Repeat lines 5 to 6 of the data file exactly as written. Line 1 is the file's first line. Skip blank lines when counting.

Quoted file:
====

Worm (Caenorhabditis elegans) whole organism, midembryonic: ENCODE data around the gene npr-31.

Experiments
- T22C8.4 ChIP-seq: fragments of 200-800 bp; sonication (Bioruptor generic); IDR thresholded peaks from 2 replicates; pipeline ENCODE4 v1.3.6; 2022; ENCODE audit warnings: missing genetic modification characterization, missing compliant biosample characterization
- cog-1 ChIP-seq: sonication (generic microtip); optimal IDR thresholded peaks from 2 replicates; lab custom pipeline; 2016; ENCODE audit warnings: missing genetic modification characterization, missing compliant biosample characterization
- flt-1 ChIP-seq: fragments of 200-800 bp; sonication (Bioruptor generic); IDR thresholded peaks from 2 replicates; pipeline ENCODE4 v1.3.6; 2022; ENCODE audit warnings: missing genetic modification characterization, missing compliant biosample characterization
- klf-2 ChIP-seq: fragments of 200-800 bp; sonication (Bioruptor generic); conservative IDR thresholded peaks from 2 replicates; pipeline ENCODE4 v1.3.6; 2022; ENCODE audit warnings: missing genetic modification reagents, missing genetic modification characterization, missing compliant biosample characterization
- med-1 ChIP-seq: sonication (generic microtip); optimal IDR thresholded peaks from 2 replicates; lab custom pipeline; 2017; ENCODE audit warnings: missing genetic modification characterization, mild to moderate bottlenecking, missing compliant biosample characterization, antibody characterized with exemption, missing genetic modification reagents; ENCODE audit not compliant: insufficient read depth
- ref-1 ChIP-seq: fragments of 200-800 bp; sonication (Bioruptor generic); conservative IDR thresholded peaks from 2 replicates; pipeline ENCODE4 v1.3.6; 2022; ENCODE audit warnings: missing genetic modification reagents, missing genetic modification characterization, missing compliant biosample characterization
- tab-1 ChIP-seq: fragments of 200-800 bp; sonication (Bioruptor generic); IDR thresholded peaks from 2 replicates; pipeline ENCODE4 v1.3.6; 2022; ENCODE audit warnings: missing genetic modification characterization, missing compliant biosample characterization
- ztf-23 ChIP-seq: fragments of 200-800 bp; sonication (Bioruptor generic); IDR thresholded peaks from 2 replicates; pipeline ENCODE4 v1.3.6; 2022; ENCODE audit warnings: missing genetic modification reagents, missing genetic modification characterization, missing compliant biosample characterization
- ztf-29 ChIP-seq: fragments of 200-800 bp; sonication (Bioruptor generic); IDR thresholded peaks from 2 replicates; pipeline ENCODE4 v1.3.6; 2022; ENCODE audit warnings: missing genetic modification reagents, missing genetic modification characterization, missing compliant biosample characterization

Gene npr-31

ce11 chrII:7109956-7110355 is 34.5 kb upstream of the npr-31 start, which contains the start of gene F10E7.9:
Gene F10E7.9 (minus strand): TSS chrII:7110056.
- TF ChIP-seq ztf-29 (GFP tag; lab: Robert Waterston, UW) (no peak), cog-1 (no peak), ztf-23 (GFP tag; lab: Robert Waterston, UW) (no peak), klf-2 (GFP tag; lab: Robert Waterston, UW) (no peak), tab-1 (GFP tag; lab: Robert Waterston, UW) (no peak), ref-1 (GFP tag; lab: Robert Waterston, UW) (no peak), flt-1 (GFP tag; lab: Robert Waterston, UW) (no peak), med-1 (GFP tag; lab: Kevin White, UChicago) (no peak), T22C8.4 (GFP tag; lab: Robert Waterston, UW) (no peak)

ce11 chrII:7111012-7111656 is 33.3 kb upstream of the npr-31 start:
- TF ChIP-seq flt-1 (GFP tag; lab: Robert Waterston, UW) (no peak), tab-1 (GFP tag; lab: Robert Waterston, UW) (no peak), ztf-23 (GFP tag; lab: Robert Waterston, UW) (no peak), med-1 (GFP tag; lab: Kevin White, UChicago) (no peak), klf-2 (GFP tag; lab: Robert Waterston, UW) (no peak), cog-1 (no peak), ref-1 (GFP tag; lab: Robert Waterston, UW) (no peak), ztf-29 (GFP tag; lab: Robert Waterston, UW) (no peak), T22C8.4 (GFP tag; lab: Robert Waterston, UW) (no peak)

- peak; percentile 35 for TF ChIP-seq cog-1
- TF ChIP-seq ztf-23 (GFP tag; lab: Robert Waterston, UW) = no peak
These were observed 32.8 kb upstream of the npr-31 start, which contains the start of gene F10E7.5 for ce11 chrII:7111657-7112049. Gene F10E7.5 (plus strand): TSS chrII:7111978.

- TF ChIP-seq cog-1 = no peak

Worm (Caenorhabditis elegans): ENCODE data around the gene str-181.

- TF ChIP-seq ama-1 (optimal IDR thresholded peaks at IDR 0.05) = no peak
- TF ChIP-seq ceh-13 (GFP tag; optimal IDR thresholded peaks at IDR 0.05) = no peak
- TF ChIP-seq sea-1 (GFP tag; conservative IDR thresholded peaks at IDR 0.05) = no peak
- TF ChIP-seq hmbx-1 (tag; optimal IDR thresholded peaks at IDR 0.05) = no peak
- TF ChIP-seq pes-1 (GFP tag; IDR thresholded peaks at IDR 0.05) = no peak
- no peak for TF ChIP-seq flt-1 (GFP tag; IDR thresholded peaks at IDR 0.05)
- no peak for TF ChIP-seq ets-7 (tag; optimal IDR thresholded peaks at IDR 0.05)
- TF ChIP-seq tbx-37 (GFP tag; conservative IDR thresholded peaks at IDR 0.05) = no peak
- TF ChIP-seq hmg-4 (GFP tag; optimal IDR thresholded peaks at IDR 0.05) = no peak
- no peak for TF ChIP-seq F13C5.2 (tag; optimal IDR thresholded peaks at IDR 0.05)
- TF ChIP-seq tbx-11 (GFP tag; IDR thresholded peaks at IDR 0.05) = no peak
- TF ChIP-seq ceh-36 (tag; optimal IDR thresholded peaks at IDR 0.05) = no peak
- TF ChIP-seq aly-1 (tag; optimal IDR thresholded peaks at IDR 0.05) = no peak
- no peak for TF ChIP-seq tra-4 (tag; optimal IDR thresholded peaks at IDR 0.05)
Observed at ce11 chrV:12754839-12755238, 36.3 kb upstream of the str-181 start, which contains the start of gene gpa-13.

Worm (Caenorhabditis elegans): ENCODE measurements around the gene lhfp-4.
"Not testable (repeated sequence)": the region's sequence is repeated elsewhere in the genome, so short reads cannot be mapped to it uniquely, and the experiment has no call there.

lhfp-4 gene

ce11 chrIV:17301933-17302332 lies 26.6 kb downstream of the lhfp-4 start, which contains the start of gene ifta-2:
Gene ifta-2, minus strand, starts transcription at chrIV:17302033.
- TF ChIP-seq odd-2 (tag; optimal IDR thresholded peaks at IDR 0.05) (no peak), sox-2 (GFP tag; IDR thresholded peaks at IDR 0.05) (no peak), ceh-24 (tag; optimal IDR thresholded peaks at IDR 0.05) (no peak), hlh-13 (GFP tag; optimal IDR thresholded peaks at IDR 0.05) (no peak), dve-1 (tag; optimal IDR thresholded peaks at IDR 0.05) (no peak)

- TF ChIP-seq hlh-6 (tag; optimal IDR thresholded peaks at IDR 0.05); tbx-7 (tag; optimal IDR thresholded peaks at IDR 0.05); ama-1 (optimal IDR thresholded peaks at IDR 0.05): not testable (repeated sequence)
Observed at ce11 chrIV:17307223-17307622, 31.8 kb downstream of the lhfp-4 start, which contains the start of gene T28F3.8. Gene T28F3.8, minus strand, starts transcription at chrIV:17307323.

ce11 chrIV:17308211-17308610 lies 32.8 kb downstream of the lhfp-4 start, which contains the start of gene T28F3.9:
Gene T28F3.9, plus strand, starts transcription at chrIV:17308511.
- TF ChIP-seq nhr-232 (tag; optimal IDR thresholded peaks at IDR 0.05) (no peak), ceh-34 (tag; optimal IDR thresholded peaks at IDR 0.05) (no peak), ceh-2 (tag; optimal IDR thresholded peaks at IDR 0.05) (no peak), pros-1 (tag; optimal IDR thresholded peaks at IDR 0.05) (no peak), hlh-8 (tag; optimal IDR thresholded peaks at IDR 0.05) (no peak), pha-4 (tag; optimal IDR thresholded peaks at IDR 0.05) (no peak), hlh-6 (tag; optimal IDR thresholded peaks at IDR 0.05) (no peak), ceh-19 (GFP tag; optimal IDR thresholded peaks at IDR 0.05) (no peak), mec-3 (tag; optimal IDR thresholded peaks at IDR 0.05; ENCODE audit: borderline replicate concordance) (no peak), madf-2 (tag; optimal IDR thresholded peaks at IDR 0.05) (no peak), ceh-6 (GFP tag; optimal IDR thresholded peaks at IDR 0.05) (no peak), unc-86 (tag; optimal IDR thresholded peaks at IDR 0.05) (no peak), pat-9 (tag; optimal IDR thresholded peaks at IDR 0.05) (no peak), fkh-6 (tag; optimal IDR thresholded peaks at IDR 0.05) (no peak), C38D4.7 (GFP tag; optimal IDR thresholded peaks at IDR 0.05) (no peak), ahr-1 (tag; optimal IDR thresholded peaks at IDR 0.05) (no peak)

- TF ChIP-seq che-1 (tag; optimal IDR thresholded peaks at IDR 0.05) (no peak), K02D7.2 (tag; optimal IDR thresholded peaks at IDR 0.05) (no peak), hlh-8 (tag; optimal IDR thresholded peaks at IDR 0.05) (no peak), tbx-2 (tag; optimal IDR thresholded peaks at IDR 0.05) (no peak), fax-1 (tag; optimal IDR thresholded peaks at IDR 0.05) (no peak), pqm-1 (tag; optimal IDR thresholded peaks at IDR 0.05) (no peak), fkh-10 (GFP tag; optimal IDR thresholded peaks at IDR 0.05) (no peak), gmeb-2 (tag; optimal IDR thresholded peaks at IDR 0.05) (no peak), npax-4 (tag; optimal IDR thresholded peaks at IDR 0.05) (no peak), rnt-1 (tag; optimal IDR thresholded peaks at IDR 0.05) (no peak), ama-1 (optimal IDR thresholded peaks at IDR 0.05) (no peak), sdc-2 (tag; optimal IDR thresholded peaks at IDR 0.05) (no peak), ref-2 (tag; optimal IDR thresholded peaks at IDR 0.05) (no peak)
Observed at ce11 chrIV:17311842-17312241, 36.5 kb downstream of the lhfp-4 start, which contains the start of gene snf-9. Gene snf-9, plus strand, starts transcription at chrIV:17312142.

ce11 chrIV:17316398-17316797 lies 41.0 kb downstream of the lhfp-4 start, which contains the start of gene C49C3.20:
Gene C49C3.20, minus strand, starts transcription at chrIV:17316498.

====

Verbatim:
- flt-1 ChIP-seq: fragments of 200-800 bp; sonication (Bioruptor generic); IDR thresholded peaks from 2 replicates; pipeline ENCODE4 v1.3.6; 2022; ENCODE audit warnings: missing genetic modification characterization, missing compliant biosample characterization
- klf-2 ChIP-seq: fragments of 200-800 bp; sonication (Bioruptor generic); conservative IDR thresholded peaks from 2 replicates; pipeline ENCODE4 v1.3.6; 2022; ENCODE audit warnings: missing genetic modification reagents, missing genetic modification characterization, missing compliant biosample characterization